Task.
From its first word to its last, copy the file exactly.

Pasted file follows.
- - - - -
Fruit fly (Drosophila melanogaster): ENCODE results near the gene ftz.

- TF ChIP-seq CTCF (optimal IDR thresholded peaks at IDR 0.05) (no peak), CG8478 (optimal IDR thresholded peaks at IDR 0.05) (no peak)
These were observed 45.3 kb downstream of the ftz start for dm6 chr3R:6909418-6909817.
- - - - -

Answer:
Fruit fly (Drosophila melanogaster): ENCODE results near the gene ftz.

- TF ChIP-seq CTCF (optimal IDR thresholded peaks at IDR 0.05) (no peak), CG8478 (optimal IDR thresholded peaks at IDR 0.05) (no peak)
These were observed 45.3 kb downstream of the ftz start for dm6 chr3R:6909418-6909817.